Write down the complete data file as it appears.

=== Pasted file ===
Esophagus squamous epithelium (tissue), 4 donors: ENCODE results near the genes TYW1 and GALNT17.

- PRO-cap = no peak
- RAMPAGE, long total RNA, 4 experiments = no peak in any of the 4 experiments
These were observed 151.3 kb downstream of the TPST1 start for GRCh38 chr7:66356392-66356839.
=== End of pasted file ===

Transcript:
Esophagus squamous epithelium (tissue), 4 donors: ENCODE results near the genes TYW1 and GALNT17.

- PRO-cap = no peak
- RAMPAGE, long total RNA, 4 experiments = no peak in any of the 4 experiments
These were observed 151.3 kb downstream of the TPST1 start for GRCh38 chr7:66356392-66356839.